Moss said she loved the job. By 2020, she was an interim supervisor in the absentee ballot department. She hoped to get the job permanently. She believed things went so well on election night that she might get it.

That changed on Dec. 4, 2020 – the day after Giuliani unveiled his edited security footage. In her supervisor’s office, she learned “these crazy lies were spread about me that day everywhere.”

She also started reading the messages strangers were sending via social media – many of them filled with racial slurs and profanity.

“Are you the dirty (string of epithets and slurs) that was caught in the video counting illegal balance (sic) out of a suitcase,” one message read. “I hope you get what’s coming to you, lady. I hope you go to jail and your dirty mother.”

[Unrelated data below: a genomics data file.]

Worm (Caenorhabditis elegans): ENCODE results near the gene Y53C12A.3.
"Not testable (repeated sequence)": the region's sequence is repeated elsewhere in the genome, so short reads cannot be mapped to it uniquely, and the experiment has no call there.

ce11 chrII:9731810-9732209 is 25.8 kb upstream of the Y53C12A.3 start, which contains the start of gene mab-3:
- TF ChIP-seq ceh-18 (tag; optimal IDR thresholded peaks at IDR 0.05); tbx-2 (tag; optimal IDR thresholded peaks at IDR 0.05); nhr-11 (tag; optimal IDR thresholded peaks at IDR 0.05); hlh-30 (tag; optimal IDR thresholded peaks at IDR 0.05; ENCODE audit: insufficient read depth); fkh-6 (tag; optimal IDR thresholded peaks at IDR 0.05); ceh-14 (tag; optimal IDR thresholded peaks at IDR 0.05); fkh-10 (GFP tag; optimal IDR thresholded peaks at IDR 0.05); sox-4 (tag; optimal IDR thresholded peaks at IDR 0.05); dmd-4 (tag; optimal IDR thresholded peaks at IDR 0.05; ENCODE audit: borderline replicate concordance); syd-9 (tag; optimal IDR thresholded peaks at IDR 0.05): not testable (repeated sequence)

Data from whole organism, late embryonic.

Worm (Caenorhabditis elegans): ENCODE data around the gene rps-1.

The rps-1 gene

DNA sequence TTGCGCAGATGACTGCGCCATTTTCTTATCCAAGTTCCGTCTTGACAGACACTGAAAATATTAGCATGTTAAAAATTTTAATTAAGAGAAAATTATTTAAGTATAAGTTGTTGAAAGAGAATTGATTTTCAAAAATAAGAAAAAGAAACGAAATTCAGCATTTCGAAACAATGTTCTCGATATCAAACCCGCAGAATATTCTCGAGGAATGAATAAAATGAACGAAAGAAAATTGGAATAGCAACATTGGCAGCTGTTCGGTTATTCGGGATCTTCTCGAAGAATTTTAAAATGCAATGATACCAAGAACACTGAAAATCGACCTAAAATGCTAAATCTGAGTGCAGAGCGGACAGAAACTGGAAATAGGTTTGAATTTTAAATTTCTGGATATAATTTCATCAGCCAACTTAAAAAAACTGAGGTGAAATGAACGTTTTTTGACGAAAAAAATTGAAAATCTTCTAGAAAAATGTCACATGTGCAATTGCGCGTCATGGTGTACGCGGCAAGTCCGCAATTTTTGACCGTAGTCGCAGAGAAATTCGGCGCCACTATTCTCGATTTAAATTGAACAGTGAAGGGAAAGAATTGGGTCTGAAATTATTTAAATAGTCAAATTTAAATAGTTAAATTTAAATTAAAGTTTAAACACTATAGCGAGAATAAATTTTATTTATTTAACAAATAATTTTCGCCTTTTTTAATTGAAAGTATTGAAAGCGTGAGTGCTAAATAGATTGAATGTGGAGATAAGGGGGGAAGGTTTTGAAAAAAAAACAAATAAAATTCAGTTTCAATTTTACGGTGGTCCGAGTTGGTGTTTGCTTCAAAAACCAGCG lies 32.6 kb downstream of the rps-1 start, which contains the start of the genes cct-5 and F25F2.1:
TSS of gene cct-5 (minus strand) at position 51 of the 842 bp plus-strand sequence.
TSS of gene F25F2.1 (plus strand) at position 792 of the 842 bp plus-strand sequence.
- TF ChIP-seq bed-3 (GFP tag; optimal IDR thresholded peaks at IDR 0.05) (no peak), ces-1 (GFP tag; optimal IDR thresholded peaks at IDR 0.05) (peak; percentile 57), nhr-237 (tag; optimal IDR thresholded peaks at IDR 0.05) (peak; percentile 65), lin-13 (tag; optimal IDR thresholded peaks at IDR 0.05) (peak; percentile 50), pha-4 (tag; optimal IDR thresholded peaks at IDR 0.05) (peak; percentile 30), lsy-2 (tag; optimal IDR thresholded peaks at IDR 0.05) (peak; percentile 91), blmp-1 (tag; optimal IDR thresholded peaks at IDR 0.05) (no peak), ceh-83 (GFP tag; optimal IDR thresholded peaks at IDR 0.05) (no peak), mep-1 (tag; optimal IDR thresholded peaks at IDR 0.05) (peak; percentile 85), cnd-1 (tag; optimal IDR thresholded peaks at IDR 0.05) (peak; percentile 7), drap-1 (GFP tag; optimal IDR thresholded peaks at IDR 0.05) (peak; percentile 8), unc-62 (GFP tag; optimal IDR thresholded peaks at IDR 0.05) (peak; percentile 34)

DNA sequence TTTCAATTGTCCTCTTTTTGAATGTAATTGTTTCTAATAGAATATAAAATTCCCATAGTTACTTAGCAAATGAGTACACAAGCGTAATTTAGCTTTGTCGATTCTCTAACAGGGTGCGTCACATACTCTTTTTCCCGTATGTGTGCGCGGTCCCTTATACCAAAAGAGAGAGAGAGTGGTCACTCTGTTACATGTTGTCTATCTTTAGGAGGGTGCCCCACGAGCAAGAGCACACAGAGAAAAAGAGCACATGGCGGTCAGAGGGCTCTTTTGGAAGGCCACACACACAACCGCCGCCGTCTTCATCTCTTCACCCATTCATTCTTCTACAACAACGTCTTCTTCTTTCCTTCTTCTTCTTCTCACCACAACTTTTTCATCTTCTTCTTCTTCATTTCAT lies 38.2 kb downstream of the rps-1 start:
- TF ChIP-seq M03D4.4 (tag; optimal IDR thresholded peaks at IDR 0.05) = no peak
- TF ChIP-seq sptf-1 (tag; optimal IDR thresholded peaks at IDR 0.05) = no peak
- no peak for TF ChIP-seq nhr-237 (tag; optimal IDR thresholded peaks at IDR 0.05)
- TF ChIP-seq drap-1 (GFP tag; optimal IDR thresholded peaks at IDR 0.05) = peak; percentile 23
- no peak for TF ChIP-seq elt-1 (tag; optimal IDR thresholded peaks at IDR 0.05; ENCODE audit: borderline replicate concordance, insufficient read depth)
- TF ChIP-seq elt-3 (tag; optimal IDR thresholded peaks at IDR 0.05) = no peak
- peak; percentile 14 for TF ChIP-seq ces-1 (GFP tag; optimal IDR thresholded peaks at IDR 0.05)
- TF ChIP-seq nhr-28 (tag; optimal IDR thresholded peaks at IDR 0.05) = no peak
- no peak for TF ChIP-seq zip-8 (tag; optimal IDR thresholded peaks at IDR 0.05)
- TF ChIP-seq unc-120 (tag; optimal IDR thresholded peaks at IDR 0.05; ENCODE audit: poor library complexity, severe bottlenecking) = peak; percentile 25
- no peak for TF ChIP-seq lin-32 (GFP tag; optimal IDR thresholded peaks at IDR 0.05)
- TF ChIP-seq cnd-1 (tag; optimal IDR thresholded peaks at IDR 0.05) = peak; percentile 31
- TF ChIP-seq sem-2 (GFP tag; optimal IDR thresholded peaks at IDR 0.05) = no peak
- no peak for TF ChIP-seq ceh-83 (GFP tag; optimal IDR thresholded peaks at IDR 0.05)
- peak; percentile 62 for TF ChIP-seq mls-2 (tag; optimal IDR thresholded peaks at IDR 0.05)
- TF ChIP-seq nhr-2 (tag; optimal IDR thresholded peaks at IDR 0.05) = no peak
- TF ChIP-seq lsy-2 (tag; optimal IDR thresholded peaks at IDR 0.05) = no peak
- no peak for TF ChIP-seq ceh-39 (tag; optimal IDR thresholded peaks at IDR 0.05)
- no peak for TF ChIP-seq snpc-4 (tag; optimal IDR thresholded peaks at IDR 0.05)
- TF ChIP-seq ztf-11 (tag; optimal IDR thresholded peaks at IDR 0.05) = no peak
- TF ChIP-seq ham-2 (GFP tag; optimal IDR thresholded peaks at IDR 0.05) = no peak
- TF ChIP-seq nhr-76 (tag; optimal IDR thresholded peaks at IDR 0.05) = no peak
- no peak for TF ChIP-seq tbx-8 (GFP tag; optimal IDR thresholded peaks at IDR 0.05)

Strangers appeared at Moss’ grandmother’s house, where Moss used to live. They tried to push their way in the door to make a “citizen’s arrest.”


Moss’ 14-year-old son also received racist death threats on an old phone she had given him. She tried to explain to him in her “momma way” that people were upset, and it wouldn’t last forever.

But the calls persisted and took a toll on her son during his final exams. Moss wept as she testified that he failed every class that semester.

Moss testified she has panic attacks and fears going out in public. She said she’s been diagnosed with major depressive disorder with acute distress.

“I feel like I’m being followed all the time,” she said. “When I go to get my nails done, I have to be your last client. I don’t want anyone else there.”


As her testimony stretched for hours, used tissues accumulated on the stand in front of her. Giuliani watched, his hands at times folded across his chest.